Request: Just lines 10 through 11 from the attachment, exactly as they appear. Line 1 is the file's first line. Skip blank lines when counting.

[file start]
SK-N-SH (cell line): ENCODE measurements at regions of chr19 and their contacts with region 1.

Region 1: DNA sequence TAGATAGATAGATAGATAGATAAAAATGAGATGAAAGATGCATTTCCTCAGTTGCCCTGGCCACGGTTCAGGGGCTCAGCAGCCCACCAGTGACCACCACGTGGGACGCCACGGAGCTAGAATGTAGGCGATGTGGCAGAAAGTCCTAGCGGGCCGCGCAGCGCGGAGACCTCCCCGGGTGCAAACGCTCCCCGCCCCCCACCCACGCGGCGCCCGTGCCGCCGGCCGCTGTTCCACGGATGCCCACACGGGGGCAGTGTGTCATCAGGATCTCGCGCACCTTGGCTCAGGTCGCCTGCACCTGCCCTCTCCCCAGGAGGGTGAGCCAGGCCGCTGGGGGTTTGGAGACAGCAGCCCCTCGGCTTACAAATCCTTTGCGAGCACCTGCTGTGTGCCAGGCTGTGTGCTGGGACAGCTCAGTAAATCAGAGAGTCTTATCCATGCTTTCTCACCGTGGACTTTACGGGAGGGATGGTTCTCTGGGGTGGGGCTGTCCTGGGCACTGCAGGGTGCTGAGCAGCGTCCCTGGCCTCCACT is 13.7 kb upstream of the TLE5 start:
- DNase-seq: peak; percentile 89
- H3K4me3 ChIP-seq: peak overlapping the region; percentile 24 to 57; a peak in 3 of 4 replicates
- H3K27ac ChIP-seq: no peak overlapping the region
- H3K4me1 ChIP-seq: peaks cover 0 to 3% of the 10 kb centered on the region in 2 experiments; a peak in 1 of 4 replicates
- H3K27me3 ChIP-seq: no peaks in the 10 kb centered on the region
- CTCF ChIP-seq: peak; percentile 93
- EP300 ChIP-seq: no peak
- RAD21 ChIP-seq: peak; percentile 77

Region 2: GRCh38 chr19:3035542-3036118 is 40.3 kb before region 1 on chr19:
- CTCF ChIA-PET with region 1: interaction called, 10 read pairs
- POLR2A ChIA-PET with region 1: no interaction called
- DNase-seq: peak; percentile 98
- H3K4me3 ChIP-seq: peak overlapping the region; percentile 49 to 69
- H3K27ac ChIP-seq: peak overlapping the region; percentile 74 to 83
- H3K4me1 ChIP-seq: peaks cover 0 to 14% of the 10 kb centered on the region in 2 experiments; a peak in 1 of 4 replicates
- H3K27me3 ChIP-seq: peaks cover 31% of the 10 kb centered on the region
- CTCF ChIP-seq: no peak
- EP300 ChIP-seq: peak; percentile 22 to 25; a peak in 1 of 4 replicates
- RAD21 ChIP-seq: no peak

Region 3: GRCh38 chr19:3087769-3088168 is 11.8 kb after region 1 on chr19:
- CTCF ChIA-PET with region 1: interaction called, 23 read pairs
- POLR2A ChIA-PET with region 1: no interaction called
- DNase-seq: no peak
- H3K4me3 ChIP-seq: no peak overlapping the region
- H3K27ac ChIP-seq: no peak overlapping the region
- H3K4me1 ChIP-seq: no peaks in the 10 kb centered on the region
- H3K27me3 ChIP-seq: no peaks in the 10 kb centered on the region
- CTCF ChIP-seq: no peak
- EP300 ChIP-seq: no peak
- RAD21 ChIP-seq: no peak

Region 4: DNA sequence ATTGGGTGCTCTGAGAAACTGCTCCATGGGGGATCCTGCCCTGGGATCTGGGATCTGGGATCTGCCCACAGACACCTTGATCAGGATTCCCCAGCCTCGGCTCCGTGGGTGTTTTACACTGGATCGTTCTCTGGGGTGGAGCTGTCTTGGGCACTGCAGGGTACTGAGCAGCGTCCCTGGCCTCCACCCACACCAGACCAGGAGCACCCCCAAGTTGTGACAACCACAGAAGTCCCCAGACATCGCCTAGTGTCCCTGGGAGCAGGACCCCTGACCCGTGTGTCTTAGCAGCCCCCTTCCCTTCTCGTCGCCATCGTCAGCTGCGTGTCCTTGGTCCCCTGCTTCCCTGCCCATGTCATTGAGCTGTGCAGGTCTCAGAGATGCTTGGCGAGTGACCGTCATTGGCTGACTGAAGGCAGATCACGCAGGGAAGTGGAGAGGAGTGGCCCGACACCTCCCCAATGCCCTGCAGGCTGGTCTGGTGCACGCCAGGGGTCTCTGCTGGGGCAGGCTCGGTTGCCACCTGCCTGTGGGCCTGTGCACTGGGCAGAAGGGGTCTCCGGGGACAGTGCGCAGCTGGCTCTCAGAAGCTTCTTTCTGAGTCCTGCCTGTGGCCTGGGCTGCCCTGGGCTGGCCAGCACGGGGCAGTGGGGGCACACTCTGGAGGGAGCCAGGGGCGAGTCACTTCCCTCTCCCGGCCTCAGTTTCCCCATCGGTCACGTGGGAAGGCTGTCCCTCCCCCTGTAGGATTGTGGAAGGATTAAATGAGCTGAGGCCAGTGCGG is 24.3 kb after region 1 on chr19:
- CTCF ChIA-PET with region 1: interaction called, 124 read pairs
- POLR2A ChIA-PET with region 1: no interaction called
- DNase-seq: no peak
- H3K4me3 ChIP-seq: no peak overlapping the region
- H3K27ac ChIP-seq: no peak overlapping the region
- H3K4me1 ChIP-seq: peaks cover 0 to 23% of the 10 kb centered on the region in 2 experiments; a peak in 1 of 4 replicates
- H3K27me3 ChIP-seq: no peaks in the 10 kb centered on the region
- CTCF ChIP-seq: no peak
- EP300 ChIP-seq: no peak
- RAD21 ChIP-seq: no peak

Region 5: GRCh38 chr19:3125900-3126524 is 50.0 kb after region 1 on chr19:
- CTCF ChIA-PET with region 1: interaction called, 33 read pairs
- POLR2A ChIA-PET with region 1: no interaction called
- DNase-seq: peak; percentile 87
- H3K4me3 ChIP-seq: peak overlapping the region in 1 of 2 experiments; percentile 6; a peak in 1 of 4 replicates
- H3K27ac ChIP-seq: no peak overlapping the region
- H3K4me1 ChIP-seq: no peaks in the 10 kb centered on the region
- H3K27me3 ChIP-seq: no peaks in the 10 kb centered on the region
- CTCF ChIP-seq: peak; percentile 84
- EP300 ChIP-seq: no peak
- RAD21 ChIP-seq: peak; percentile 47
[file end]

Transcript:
- RAD21 ChIP-seq: peak; percentile 77

Region 2: GRCh38 chr19:3035542-3036118 is 40.3 kb before region 1 on chr19: